1. Download the .wbm.gz file you want to install.
  2. Go to the Webmin Modules page (click Webmin Configuration | Webmin Modules).
  3. From the Webmin Modules page, check From Local File (Figure C).
  4. Click the "..." button associated with From Local File.
  5. Navigate to the file just downloaded.
  6. Click OK in the navigation window.

Figure C

You can also install from a remote source if you have the address of the .wbm.gz file. (Click the image to enlarge.)

After you installed a module, you'll receive an installation success notification and instructions on where to locate the new module.

Stay tuned

In future DIY posts, I'll dig deeper into how to use some of Webmin's various modules. Until then, I hope you enjoy familiarizing yourself with your new administration tool.


Jack Wallen is an award-winning writer for TechRepublic and Linux.com. He’s an avid promoter of open source and the voice of The Android Expert. For more news about Jack Wallen, visit his website getjackd.net.


I've used webmin from it's inception. I tell people it's not only a great config tool but a great platform for learning. For example just poking around the samba config pages can teach someone what samba is up to and how it can be configured. The 2 points: 1) First thing I do on a new install is change the theme from the one shown above to the "classic" theme. Much better physical layout. The new theme often throws 404 errors for some reason. 2) For most any distro you can solve dependencies by adding wherever you unpacked webmin as a media source in whatever package manager you are using. (not all have a "fix broken package" button) With the ~/username/Downloads folder as a media source, any missing dependencies will be automatically calculated by the package manager. You should get some kind of "additional packages are needed" message to OK.


Sean O'Brien thinks BASH is still one of the most powerful administration tools you???ll find for a UNIX environment. To install bash... Sit down in front of a *nix computer that has been updated in this decade. Then...learn shit you need to know in order to administer *nix computers. Webmin. Really, Jack? Come on.


Actually...it's been around for years. A very active project. I've put it on every Linux server I deployed for clients and employers because most of them don't know the command line. You can do some very rich things with things like custom commands .... providing very specific rights. Same is true for most modules. Very useful tool.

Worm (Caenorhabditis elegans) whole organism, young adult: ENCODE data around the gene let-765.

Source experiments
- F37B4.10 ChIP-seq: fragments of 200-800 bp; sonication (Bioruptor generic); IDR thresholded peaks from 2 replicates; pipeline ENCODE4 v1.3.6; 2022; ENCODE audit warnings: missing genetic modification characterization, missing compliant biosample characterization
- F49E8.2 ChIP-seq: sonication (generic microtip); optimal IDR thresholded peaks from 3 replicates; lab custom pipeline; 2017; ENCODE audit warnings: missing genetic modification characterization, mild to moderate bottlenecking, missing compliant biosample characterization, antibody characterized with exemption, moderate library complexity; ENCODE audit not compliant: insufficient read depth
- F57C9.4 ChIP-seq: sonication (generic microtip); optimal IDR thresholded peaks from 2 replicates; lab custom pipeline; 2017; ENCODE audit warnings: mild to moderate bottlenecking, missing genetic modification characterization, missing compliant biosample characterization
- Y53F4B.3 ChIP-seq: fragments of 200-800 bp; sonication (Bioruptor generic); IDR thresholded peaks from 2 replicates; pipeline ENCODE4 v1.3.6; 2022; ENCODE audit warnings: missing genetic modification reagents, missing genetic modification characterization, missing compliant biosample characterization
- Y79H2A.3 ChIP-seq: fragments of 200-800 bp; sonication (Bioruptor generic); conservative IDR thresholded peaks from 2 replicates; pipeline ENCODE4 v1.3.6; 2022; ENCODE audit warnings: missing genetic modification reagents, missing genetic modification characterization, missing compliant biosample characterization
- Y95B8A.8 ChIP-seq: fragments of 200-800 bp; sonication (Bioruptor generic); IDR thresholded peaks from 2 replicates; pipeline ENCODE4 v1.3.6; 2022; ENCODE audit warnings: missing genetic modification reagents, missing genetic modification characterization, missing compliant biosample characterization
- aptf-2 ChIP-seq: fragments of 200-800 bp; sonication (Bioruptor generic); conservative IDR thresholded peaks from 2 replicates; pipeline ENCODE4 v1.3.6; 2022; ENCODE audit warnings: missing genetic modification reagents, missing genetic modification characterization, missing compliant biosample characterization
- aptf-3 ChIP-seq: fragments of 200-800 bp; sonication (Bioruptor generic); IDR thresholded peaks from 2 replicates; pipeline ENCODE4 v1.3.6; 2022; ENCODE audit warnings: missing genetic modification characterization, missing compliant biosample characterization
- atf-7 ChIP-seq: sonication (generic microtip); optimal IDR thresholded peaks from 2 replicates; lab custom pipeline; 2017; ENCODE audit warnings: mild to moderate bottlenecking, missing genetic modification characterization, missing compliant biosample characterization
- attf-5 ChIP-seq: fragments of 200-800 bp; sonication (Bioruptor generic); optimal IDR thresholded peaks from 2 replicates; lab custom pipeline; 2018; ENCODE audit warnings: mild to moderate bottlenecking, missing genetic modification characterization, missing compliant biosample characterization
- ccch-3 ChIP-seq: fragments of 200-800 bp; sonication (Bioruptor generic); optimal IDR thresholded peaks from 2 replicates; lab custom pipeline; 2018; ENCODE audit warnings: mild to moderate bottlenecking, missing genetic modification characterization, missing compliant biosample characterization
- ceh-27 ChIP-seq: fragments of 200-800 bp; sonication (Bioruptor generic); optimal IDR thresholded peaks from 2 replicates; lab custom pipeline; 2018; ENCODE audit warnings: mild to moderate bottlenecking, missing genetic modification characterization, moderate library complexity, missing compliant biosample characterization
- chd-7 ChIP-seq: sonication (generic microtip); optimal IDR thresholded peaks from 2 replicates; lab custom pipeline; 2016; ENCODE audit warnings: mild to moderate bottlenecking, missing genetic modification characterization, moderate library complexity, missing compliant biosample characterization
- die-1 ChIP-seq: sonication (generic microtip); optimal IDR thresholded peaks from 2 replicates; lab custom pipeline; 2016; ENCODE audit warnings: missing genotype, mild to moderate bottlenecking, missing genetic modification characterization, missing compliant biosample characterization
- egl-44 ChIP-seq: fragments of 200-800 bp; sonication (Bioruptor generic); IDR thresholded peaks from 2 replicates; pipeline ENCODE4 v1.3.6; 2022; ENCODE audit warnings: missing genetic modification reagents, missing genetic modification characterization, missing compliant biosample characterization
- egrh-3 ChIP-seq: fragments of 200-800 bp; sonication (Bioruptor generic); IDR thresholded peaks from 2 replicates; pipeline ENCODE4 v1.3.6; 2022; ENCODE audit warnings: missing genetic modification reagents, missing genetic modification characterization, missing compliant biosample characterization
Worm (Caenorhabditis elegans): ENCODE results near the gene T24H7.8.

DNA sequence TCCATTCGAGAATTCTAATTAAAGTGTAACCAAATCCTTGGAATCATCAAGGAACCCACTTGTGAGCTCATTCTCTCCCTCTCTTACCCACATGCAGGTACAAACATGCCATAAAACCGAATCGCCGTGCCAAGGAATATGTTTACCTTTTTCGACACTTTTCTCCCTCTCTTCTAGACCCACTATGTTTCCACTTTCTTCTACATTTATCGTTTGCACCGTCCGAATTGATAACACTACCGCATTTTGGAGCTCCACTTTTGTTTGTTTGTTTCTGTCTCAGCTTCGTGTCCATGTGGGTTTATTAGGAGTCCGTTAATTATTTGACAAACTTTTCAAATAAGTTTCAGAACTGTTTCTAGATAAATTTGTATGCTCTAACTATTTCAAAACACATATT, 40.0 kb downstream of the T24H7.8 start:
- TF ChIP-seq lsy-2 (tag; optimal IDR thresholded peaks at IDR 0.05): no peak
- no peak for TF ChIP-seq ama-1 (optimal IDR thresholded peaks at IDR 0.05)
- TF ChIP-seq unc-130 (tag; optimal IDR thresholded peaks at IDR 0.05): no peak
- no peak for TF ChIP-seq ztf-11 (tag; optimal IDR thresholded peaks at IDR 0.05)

...we can go back to the days before BASH and argue you should use Bourne...or korn...or if you are a REAL guy...the c shell.... or if you really knew what the heck you were doing you should do everything in assembly. The CLI is necessary for those of us who have to set things up to begin with, and fix stuff. The average administrator doesn't need to know it.


..as a *nix administrator, I learned early that the CLI (whichever flavor you prefer) is where final power is...and that everything has the potential to break, including the application, database and web server layers upon which Webmin relies. Therefore, I respectfully disagree. Even today, I think the "average" Linux or UNIX administrator should know their way around the command line, although I grant that in some cases (such as minor web applications deployed on remote servers administered by other companies) it may not be necessary.


The point of webmin is putting a logical overlay on the config files, usually the stuff under /etc, for the unfamiliar. As I mentioned in my post below webmin is a great tool for learning what makes various systems tick. It also makes it easy for beginners to make changes (perhaps while troubleshooting) that are easily reversible if they prove to be wrong. I guess this point is an adjunct of learning the ropes. I never administer a running system with webmin, that's for the command line. (tcsh seems to offer the most options) Webmin makes for a very fast, easily verifiable configuration during initial setup. Bonus is you don't have to remember/look up syntax you're only vaguely familiar with. (eg procmail) Parameters in webmin are aware of all that and 'translate' simple check boxes, radio buttons and text windows to whatever form is needed by a given config.